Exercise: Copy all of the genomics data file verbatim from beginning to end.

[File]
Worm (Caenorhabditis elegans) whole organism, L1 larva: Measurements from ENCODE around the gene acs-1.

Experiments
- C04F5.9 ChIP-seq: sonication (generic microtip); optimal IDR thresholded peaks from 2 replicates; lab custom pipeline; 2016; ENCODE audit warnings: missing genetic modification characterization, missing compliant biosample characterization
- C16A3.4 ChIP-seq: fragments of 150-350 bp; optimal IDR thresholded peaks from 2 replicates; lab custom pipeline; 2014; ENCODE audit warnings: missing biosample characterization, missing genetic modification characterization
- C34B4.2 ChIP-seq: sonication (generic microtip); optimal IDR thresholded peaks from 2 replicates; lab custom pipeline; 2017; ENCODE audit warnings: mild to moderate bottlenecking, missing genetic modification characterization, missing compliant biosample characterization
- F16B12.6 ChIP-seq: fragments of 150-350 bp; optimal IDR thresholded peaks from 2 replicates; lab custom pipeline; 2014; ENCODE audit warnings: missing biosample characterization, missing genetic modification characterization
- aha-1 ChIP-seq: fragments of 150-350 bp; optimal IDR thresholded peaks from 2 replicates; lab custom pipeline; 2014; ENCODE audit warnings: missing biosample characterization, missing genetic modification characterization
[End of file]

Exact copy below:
Worm (Caenorhabditis elegans) whole organism, L1 larva: Measurements from ENCODE around the gene acs-1.

Experiments
- C04F5.9 ChIP-seq: sonication (generic microtip); optimal IDR thresholded peaks from 2 replicates; lab custom pipeline; 2016; ENCODE audit warnings: missing genetic modification characterization, missing compliant biosample characterization
- C16A3.4 ChIP-seq: fragments of 150-350 bp; optimal IDR thresholded peaks from 2 replicates; lab custom pipeline; 2014; ENCODE audit warnings: missing biosample characterization, missing genetic modification characterization
- C34B4.2 ChIP-seq: sonication (generic microtip); optimal IDR thresholded peaks from 2 replicates; lab custom pipeline; 2017; ENCODE audit warnings: mild to moderate bottlenecking, missing genetic modification characterization, missing compliant biosample characterization
- F16B12.6 ChIP-seq: fragments of 150-350 bp; optimal IDR thresholded peaks from 2 replicates; lab custom pipeline; 2014; ENCODE audit warnings: missing biosample characterization, missing genetic modification characterization
- aha-1 ChIP-seq: fragments of 150-350 bp; optimal IDR thresholded peaks from 2 replicates; lab custom pipeline; 2014; ENCODE audit warnings: missing biosample characterization, missing genetic modification characterization